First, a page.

(Host) Vermont’s flu season is officially under way. The Vermont Health Department announced on Tuesday that the state’s first cases of influenza have been reported. And the department says the state’s supply of flu vaccine is lasting longer than originally anticipated.
VPR’s Steve Zind reports.
(Zind) Until now Vermont was one of a number of states with no reported cases of influenza. The health department has now confirmed two cases of Type A influenza one in Chittenden, the other in Franklin county.
At the beginning of the flu season the health department faced a critical shortage of the flu vaccine. Working with hospitals and other health care providers the state pooled the available vaccine and announced that only those at high risk of complications from the flu should get the shots.
The message was so effective that even as additional vaccine became available, many people who are qualified to receive shots have been holding back. Dr. Paul Jarris is Vermont’s Health Commissioner.
(Jarris) “So our message clearly to Vermonters is: if you’re over 75, if you’re chronically ill, if you’re a very young kid between 6 months and 23 months or if you’re pregnant – we’ve got enough vaccine for you. We’ve gotten the sicker Vermonters, it’s your turn.”
(Zind) The state expects to receive another 16 thousand doses of flu vaccine in the coming weeks. Jarris says once the state is convinced that everyone at risk has been given the opportunity to get vaccinated, the remainder of the vaccine could be made available to anyone who wants it.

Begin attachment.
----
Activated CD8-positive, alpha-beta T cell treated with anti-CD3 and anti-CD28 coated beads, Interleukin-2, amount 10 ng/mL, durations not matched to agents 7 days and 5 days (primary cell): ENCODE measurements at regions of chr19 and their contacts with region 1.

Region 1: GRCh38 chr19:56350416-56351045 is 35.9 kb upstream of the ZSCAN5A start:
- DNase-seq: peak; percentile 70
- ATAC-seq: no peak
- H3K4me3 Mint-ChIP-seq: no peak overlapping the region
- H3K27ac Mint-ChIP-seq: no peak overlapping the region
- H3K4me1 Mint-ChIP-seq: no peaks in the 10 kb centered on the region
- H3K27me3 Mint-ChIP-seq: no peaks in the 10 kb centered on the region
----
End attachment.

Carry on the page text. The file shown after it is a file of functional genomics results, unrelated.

Jarris says despite the shortage, the effort this year to make sure the vaccine got to the highest risk people first may mean fewer serious illnesses and deaths from the flu.
(Jarris) “In any past year, because we gave it willy-nilly, we had no way of knowing that the kid with cystic fibrosis got it before the healthy 15-month old got it. So I think we’ll probably have less severe illness, less hospitalization and less death in Vermont this year because we know the people at greatest risk of that outcome have gotten it first.”
(Zind) Jarris says in future years, even if there is an adequate supply, the state should have a more systematic way of distributing the vaccine. Jarris says the vaccine being given out is effective against the type of influenza that’s now occurring in Vermont.
For Vermont Public Radio, I’m Steve Zind.